Parent Eddie Scott lives in Bo'ness and took part in the pilot programme.
"Our wee boy David is quite severely autistic and has learning difficulties. At that time he couldn't talk and wouldn't eat or drink. He had a feeding tube straight into his stomach, which had to be changed regularly in hospital under anaesthetic. Very distressing for anybody, but especially for an autistic child. Screaming, shouting and tantrums were common then.
"What we learned on the programme was to prepare him weeks in advance, so he could be comfortable and relaxed. So instead of saying `Right, David, we're off to hospital now' and everyone panicking, we'd talk through what was going to happen when he went into the hospital, the ward, and got his weight and height taken. We learned to rehearse it all with him.
"It maybe sounds silly, but they brought out a toy doctor's set, with stethoscope, mirrors and a hammer for your knees. We rehearsed David with that, showed him what the doctor would do, let him listen to his own chest.
"With autistic children, it's all about planning and priming and making them aware how they can cope if something unexpected happens. We learned that the senses are completely different in autistic kids. I'd no idea noise or different colours could be painful. So if David thinks a loud noise might happen now, he sticks his fingers in his ears.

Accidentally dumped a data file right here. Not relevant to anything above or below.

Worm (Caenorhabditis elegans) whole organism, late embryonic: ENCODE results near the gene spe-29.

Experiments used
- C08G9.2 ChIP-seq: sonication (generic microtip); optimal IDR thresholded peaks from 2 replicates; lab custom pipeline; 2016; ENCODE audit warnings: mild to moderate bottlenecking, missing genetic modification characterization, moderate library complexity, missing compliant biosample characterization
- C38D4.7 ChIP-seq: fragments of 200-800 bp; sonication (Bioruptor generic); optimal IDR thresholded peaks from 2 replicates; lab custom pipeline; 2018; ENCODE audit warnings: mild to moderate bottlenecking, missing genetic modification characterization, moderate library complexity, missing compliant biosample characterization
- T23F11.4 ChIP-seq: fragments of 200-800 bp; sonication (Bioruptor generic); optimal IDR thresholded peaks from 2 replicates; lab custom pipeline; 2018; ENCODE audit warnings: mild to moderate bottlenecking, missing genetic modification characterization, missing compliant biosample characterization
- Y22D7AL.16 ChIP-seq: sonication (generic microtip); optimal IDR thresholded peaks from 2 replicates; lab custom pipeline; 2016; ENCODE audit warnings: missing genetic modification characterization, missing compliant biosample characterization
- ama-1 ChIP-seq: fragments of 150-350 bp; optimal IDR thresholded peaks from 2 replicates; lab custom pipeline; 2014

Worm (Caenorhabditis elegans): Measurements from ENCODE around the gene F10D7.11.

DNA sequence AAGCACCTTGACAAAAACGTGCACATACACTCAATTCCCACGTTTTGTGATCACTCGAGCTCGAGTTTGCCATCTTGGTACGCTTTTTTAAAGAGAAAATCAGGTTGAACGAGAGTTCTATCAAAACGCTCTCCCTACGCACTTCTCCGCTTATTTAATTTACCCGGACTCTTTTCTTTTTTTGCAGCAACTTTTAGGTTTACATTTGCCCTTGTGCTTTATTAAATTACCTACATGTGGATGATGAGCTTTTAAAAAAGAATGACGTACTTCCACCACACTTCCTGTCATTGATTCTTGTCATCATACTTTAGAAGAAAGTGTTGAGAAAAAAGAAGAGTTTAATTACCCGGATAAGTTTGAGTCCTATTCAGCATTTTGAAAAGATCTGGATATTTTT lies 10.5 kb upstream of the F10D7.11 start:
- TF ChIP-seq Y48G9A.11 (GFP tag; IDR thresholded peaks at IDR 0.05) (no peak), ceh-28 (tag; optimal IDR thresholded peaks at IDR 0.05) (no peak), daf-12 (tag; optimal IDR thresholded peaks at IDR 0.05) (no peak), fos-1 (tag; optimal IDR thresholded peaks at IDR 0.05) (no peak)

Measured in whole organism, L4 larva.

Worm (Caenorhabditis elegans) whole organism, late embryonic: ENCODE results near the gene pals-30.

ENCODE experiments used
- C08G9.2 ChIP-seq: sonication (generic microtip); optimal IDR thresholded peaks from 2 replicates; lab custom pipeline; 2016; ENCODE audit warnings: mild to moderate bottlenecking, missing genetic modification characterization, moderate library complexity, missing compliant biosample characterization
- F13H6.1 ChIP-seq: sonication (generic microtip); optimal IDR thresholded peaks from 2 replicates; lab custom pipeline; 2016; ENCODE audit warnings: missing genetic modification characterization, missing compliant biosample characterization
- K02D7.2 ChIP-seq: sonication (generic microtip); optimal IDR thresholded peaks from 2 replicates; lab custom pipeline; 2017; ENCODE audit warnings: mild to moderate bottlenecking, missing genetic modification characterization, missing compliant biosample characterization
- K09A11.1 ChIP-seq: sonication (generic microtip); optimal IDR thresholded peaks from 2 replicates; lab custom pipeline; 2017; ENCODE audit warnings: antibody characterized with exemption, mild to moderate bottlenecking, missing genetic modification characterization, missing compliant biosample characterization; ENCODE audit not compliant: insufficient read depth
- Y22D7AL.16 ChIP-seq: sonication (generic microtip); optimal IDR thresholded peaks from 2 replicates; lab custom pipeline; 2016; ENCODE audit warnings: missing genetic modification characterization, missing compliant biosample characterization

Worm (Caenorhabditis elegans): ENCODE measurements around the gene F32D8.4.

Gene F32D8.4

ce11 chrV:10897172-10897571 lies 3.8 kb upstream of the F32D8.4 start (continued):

"Our little boy used to chew anything hard and cold. He once ate through our coffee table. We learned it was stress relief. The texture gave him comfort. So we've now bought him things he can chew on."
"As a parent of an autistic child, you can feel isolated and that your situation is worse than anyone else's. So getting to meet other parents on the programme was really good. You realised they had problems similar to yours, and ways of dealing with them you hadn't thought of.
"It is never going to be easy when you have a child with autism. But it is easier than it was. Nowadays, we're kind of experts, but we were hopeless then. The Daldorch programme was the first thing that made a difference. It was a light being switched on."
Photo: Tanya Tennant, left, leads a drama session at the Daldorch House School and Continuing Education Centre in Catrine, Ayrshire. Credit: Tom Finnie